Movie review

Annette Bening always plays characters who are refreshingly complicated; women who you can see thinking, listening, changing. In “Hope Gap,” an elegant three-character drama from playwright/filmmaker William Nicholson (“Shadowlands”), she’s handed a great role: Grace, a British woman of letters (retired, she’s editing a poetry anthology) who’s stunned when her husband of 29 years, Edward (Bill Nighy), announces over tea and toast that he’s leaving her for another woman. The third character isn’t that woman, who we barely meet, but Grace and Edward’s grown son, Jamie (Josh O’Connor), who sadly watches the implosion in his parents’ marriage as if viewing bad news on television; trying to look away, but unable.

There’s nothing at all unusual about this kind of story, which has been fodder for countless movies, plays and books before this one. But Nicholson sets “Hope Gap” in a picture-perfect seaside town — the white cliffs seem to symbolize how Grace’s marriage has suddenly fallen away — and centers it on three intelligent people coping with something both everyday and devastating. His writing is economical, telling us much without words; note how, in Jamie’s matter-of-fact putting away of the dishes Grace has thrown in rage, we learn everything about how this young man grew up; how Grace keeps seeing visions of Edward around the house after he has left, the way you think you’ve seen a peek of a beloved household pet who has died; how the beige plainness of Edward’s new home speaks volumes about what he might have been looking for.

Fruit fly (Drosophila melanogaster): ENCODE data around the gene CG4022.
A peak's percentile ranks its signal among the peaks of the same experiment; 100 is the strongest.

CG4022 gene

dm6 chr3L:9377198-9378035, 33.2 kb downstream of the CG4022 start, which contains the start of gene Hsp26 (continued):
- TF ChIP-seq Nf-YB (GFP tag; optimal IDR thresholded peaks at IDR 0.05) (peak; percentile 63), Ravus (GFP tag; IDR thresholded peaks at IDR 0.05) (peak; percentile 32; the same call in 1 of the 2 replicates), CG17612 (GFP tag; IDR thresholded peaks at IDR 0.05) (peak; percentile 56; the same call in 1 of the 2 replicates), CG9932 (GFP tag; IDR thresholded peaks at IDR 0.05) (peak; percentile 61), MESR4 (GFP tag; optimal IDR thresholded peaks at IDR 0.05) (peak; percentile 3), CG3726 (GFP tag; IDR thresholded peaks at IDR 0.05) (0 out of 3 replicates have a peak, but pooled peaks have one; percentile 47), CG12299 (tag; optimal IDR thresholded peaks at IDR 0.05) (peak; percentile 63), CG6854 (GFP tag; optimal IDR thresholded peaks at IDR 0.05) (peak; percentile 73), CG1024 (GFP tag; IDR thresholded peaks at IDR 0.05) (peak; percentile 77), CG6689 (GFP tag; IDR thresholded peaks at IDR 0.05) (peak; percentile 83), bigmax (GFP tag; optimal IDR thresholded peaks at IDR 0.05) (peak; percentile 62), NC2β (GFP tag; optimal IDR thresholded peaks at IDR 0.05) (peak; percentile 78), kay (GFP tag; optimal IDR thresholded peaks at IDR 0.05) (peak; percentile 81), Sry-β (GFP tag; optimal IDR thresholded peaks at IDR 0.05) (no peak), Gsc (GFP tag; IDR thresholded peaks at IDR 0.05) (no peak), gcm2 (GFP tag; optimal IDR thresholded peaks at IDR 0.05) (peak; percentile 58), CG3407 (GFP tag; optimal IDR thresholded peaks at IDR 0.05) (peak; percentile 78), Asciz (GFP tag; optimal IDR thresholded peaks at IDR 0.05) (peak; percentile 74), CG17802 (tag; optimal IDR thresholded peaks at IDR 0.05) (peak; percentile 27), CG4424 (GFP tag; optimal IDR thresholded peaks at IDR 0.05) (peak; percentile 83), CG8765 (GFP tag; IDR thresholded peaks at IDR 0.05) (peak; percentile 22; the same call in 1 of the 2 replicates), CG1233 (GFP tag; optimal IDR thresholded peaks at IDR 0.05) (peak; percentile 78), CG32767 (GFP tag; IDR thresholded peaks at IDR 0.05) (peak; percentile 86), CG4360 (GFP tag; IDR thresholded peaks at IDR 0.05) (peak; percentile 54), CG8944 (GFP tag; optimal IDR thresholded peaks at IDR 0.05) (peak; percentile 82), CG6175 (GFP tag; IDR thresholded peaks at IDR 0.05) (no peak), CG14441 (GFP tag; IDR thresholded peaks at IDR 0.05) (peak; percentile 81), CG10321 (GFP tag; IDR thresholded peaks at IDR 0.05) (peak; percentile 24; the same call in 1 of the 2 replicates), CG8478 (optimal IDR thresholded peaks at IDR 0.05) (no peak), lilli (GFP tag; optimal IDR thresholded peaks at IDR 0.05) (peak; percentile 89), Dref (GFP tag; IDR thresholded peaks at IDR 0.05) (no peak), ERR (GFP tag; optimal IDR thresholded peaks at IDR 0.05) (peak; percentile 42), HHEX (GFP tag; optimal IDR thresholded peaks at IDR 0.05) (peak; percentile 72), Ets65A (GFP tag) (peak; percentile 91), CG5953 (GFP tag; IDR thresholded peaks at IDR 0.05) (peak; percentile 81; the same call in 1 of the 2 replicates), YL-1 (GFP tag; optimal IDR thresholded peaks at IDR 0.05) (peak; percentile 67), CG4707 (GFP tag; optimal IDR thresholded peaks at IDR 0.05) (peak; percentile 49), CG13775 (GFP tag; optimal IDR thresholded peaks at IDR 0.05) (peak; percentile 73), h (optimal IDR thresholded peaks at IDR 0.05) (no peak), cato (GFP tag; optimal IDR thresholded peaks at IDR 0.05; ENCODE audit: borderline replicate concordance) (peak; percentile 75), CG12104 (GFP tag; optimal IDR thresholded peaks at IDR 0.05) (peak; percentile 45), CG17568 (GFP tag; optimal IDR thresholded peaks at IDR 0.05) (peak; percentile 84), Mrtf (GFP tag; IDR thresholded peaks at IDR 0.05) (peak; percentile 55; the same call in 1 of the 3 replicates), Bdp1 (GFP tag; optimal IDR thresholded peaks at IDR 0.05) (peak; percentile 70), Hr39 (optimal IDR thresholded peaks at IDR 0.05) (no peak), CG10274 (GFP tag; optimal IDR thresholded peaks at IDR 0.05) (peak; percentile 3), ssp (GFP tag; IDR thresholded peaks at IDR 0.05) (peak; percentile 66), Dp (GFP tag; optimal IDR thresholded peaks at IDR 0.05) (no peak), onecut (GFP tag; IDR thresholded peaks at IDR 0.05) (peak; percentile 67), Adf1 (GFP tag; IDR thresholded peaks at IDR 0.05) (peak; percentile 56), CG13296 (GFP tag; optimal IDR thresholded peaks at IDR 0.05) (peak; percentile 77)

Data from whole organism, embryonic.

And Nicholson’s language is often, as befits a playwright, poetic. Just try not to have your heart broken as Bening murmurs, in her dusky British accent, about waking up — “that moment, coming out of the confusion of dreams, and you think maybe it’s not true, maybe he’s lying there after all, and you turn your head on the pillow and he’s not there.”

“Hope Gap” is a deeply sad film, and maybe not what a lot of us are in the mood for these days, but it’s ultimately uplifting, in its quiet way. “The thing about unhappiness is that after a while, it stops being interesting,” Grace muses; she’s finding, in her own complicated fashion, a way to move on.

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★★★½ “Hope Gap,” with Annette Bening, Bill Nighy, Josh O’Connor. Written and directed by William Nicholson. 101 minutes. Rated PG-13 for thematic elements and brief strong language. Opens March 13 in multiple theaters.